Christian Book Review: Sarah and Paul Have a Visitor

This post bears the Curtis Dickson Spiritual Seal of Approval!

In my youth, when I went to the optometrist I was always happy to wait because his reception had several Peanuts books on offer. I still go to the same optometrist, but now his selection of reading material is markedly different. Apart from a few Goosebumps books, which brought back fond memories of Christmases where I had to pretend to be pleased with the RL Stine paraphernalia my grandmother thrust upon me, I was surprised to find that they had turned away from the secular world.
My optometrist had started to stock Christian books for children.

An unforeseen wait ahead of me, I chose the forgotten 1989 classic Sarah and Paul Have a Visitor which promised I would “learn about Jesus!”

And learn I did. Of course, I’m entirely familiar with the sanitised version of Jesus offered by this book, as I did have religious education in my earlier days (apparently I asked for it, and my parents were never one to complain about packing me off to church on Sundays and to my youth group on Fridays while they did whatever it is parents do while their younger son is indulging in the works of Christ).  I’m even fairly, but not intimately, familiar with developments in Jesus study suitable for people over the age of twelve – which is useful when so much of Western fiction draws its inspiration from Judeo-Christian tradition, and when so much of Japanese anime and video game culture attempts to do likewise.

Sarah and Paul Have a Visitor is not the sort of religious education I was raised on. Oh no, it’s something entirely different. It turns out that Derek Prime’s thrilling epistle was redistributed in 2006, and so I can handily reproduce its blurb which was apparently unchanged in the sixteen years between printings:

There is much excitment [sic] in the MacDonald’s house when Robert comes to stay. He’s only four years old so there are many things he doesn’t know and can’t do. This means lots of questions and activities for the family. In the middle of of [sic] all the fun Robert and the twins can learn a few lessons about the Lord Jesus.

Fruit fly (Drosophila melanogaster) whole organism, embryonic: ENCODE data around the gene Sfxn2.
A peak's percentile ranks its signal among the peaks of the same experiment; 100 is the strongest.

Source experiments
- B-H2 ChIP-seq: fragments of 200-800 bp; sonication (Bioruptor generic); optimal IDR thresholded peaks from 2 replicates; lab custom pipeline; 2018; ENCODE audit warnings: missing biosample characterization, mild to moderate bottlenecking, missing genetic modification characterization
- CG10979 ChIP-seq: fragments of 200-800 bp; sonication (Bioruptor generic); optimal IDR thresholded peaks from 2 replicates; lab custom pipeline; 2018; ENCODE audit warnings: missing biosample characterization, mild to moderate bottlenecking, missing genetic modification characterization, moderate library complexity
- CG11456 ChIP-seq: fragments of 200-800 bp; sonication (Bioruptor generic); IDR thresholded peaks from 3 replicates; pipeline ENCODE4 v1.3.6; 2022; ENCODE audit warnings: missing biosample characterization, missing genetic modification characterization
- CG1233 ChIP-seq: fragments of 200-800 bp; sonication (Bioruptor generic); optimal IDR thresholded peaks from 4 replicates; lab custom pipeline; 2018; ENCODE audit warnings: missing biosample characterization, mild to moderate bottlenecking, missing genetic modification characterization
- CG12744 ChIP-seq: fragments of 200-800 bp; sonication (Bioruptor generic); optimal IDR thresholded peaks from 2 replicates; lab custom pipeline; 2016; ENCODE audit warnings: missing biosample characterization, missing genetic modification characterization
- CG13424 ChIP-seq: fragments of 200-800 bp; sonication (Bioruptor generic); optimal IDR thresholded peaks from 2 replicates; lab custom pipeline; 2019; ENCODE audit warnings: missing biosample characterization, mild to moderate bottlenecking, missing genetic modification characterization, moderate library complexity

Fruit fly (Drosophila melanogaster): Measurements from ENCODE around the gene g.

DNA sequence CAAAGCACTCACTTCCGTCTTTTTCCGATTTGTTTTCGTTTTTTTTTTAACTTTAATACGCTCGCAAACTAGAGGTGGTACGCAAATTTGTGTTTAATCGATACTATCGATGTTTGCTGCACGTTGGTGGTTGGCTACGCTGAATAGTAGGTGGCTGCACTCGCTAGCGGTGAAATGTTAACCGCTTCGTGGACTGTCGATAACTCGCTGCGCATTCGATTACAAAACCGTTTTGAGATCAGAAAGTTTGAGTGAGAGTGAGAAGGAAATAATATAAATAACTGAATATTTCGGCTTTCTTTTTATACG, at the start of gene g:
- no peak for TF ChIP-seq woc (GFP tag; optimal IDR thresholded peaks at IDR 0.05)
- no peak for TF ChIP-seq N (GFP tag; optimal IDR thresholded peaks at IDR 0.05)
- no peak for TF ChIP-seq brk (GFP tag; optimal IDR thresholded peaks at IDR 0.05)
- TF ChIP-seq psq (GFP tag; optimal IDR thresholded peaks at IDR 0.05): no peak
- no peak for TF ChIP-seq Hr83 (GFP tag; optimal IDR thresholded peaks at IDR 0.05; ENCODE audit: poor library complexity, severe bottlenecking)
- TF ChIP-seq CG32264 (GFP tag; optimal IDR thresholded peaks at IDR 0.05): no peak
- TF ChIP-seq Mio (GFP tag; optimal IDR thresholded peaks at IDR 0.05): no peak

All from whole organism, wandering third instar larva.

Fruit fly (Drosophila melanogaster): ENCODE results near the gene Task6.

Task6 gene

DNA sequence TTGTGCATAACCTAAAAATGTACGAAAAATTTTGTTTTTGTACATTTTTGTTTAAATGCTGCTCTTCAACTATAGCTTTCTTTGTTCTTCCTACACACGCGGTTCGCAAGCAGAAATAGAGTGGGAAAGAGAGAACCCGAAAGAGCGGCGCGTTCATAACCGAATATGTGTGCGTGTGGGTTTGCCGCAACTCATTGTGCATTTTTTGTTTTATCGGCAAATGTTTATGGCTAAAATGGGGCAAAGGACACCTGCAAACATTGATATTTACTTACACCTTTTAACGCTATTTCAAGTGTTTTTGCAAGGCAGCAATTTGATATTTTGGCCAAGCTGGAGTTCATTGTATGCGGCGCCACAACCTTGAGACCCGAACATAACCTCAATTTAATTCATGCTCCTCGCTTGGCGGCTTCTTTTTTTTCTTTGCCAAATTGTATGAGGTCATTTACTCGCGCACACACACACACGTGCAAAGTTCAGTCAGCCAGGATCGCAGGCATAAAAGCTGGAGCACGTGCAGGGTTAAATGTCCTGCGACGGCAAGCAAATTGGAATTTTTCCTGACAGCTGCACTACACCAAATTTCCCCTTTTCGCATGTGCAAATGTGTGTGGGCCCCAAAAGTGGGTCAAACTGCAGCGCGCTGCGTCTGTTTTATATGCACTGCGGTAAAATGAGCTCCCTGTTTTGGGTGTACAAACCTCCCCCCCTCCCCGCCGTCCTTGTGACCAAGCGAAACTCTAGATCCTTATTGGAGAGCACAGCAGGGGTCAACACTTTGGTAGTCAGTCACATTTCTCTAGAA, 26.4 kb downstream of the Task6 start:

Now, I read this 75 page novel as I waited, and this is a vaguely accurate account of that which is contained within. What it does not encapsulate is the stultifying boredom represented by a book about a loving family discussing Bible stories in vague, clean terms for a week. One might suggest that a real family, instead of reading this book to learn about Jesus, could read and discuss an entirely different book in order to examine precisely what Christ means and what His role in this world is. That book, I think you’ll find, is called “The Bible”.

Now, I’m no theologian, and my personal Christianity is “lapsed”, at best, but I’m fairly certain that a child’s question of “why is it so?” is not adequately answered by saying “the Bible does not explain the why of this situation, but it does say that this is how it was and is therefore the truth”. They pull this one several times. The children’s parents also directly say that God wrote the Bible, and made sure it included some specific stuff and I’m just like “what?”

I think that part of what makes this book so boring, apart from the fact that it describes simple activities that people would be better served performing in real life (for instance, a fair bit of attention is given to Robert colouring in a religious colouring book, playing marbles with Mrs. MacDonald, and the family reading a Bible stories picture book [including loving descriptions of the illustrations contained therein]), is that there’s no real conflict.

The way that books that teach us biblical lessons probably should work is that something happens in the children’s lives and their parents compare their situation to something biblical because, you know, a good way to get lessons from the Bible is to make them relatable. Sarah and Paul (ages indeterminate) are rather indifferent to Robert coming to the house. They’re not infuriated or jealous or anything, they basically just think “excellent, let us tell this child how awesome Jesus is. Let us skirt around the issue of immaculate conception by assuming that the audience knows how reproduction works – and come on, this kid is only four years old anyway!”